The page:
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Tuesday, October 15, 2013 

PBS's Superhero documentary had to include rotten writers on its list of interviewees

The Washington Post wrote about the new PBS documentary Superheroes: A Never Ending Battle. Though it does have some positive highlights and great folks worthy of hearing from, there's also some very bad contributors to the medium whom the documentarians just had to speak with:
“I just loved that we celebrated those guys and their contributions ... ,” Kantor says of the comics pioneers who speak in the film. “We could have tried to get Nicolas Cage and Jerry Seinfeld” — celebrities noted for their Superman fandom — “but we wanted the creators.” (Among the dozens of on-camera interviews, the film — hosted by superhero-movie veteran Liev Schreiber — features such incisive contemporary writers and artists as Mark Waid, Michael Chabon, Todd McFarlane, Len Wein, Trina Robbins, Joe Quesada, Jim Lee and Geoff Johns. Also featured: Such superhero performers as Adam West and Lynda Carter, as well as “Watchmen”/”Man of Steel” director Zack Snyder.)
Do they ask Quesada any questions about why he felt it was so important to break up a decent marriage between Spider-Man and Mary Jane Watson? I figure the answer to that is sad but easy to guess: no. And they probably didn't take any objective stand regarding Johns's awful writing either. IIRC, Chabon is very ultra-lefty/PC for an author writing a comic-inspired novel, so he's not a great choice for interviewing either.

The Hollywood Reporter reviewed the documentary, and says:
As the series points out, it’s not a niche anymore, it’s mainstream.
Alas, no. The pamphlets are not. Only the adaptations are. But, they do point to a positive part of the documentary:
...for all of its industry back-patting and heralding of the greatest of superhero kind though, the documentary doesn’t shy away from mentioning the commercialization of the form, or its greatest money maker: merchandising. Nor does it ignore the impact that independent comics like Image have on the industry, and why their creators left the main comic houses (namely, that big-name titles, like Superman, have become too corporatized to be innovative).
Obviously, some credit will have to be given where it's due if they acknowledge one of the worst results of commercialization. Then again, do they think to acknowledge that the big two have become micromanaged disasters where the editors only allow a select few writers with PC-tactics to write their products? Probably not, and they must leave out some of the biggest scandals that cropped up since the turn of the century in comicdom. If they don't have the guts to research those, so again, they've thrown away a big chance to let the world know what goes on in the medium today under their noses.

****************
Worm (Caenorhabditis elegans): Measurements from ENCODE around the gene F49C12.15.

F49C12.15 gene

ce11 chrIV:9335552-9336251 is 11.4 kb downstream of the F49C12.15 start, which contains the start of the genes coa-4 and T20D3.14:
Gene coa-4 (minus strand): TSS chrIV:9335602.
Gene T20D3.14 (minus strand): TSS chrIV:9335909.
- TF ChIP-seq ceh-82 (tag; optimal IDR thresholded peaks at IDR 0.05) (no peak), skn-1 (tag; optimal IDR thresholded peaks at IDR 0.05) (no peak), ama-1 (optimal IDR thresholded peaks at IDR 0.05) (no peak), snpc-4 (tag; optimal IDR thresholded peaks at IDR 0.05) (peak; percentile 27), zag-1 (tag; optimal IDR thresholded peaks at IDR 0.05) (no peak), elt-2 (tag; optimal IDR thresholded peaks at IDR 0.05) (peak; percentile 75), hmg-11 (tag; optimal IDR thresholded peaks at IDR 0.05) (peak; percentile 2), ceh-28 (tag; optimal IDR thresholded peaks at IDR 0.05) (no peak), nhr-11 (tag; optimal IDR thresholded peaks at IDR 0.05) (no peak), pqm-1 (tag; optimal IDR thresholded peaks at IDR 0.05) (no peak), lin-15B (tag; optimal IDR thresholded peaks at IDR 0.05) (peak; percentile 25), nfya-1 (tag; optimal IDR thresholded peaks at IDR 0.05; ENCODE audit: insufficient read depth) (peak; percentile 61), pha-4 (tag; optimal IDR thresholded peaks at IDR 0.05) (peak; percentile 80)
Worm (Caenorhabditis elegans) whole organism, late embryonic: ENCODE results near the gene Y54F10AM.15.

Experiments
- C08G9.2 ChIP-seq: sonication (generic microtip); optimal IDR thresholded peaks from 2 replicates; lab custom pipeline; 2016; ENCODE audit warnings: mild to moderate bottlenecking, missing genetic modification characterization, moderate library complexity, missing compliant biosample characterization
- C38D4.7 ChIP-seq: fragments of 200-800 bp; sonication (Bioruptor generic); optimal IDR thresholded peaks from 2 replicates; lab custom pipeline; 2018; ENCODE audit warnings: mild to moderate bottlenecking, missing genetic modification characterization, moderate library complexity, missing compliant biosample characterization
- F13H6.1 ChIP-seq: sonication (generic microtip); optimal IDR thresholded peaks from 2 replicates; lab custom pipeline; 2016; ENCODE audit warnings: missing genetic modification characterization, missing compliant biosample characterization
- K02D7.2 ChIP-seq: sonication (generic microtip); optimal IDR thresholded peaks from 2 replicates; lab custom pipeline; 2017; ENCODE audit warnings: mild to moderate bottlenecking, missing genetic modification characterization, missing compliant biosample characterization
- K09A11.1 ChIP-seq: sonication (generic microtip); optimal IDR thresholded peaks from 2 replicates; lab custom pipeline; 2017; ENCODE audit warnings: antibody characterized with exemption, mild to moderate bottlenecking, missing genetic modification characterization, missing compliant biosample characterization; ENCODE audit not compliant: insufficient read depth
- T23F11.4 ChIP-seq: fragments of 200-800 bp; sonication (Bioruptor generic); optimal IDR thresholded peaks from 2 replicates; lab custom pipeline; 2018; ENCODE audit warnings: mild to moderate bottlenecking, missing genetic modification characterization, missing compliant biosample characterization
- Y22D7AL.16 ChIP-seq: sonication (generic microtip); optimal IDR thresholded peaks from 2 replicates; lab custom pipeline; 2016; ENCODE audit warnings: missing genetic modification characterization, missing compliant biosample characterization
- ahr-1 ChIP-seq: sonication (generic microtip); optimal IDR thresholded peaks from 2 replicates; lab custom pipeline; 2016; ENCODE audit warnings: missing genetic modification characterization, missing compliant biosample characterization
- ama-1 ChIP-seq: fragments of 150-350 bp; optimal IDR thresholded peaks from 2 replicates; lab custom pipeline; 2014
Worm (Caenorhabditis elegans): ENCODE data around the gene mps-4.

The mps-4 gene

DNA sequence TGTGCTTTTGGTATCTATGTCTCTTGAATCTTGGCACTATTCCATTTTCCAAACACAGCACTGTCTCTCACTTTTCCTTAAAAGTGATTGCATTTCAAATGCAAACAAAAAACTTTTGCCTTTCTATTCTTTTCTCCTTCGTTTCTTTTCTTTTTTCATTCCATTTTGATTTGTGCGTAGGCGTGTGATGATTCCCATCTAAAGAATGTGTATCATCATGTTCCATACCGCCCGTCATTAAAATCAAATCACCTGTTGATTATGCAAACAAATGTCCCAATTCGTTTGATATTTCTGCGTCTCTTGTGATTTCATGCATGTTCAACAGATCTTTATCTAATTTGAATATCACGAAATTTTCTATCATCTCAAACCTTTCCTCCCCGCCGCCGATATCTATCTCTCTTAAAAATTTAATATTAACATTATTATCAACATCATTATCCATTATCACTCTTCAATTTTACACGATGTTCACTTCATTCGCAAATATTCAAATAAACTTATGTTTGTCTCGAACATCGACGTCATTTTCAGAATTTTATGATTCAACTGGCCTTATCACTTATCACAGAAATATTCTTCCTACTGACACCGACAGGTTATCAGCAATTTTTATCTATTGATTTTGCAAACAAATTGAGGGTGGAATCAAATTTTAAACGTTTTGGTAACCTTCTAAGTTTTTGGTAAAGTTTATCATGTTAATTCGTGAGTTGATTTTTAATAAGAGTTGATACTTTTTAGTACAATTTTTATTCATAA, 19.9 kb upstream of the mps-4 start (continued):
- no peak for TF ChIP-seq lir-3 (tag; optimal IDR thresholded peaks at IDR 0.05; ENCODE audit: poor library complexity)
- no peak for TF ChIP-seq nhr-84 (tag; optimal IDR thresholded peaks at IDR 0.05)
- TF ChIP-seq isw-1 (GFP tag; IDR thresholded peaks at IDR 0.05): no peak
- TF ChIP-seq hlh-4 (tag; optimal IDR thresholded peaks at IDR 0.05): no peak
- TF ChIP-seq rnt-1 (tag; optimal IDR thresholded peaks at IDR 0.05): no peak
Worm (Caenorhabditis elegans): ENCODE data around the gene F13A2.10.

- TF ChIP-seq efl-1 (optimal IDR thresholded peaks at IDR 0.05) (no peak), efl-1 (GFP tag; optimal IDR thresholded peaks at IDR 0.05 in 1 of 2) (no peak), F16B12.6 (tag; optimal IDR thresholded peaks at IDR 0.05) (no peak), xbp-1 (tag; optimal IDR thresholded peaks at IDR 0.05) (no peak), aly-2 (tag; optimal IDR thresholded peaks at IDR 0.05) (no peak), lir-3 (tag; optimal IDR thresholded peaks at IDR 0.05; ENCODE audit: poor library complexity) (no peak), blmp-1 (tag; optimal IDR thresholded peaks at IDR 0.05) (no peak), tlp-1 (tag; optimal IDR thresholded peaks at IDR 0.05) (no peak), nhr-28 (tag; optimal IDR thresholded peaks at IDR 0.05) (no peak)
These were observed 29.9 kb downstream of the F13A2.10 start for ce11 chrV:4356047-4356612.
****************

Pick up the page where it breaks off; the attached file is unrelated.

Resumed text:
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I dunno, I watched the first two segments (Golden Age, then Silver Age) and I doubt they could have gotten into a lot of minutiae about various characters. It was a good program, but if you're really into comics, it might bore you -- b/c you already know much of what was presented.

I liked it mainly for the vintage film and photo shots, and little "insider" tidbits that guys like Steranko and Neal Adams shared.

That's exactly why I didn't watch it. I figured it'd be a regurgitation of things I already knew.

I watched the whole thing and while you could nitpick some political bias and when discussing external media animation was mostly ignored I thought they were rather unbiased. They avoided controversy because that wasn't what the show was about but did acknowledge the speculators bubble (only highlighting some problems and not getting into the specifics of what went wrong) as well as Wertham and the Comic Code.

Personally I thought it was pretty good. It's up on iTunes and PBS had the DVD/Blu-Ray available if you want to take a look.

One of the segments in the documentary actually was the wedding between Spider-Man and Mary Jane. They even showed footage of the Shea Stadium wedding officiated by Stan Lee, who, in one the interviews, said it only made sense for them to get married. Granted, it was introduced in the context Granted, it was presented in the context of how readers, as they grew older, wanted to see "static characters" grow, develop, and tackle adult themes, and how the various comic book companies were looking for ways to boost dwindling sales. Even so, I found it rather telling that this moment got the attention it did right along with Spidey's creation and origins, the death of Gwen Stacy, Todd McFarlane, the 9/11 issue, and the first Spider-Man movie. But what really floored me was when they asked Joe Quesada about it:

"If you had been reading Spider-Man for ten years, fifteen years, [SPIDER-MAN AND MARY JANE GETTING MARRIED] WAS A LOGICAL PLACE FOR THE CHARACTER TO GO. But when you have a character that has to be there for the next wave of young readers, at what point do you stop? Does Peter Parker then have kids? Does he then grow old and become a grandfather? Does he then die? We really couldn't go there."

Yep, no mention at all how Quesada ended the marriage with One More Day.

In otherwords, this documentary is nothing more than an extended recap episode.

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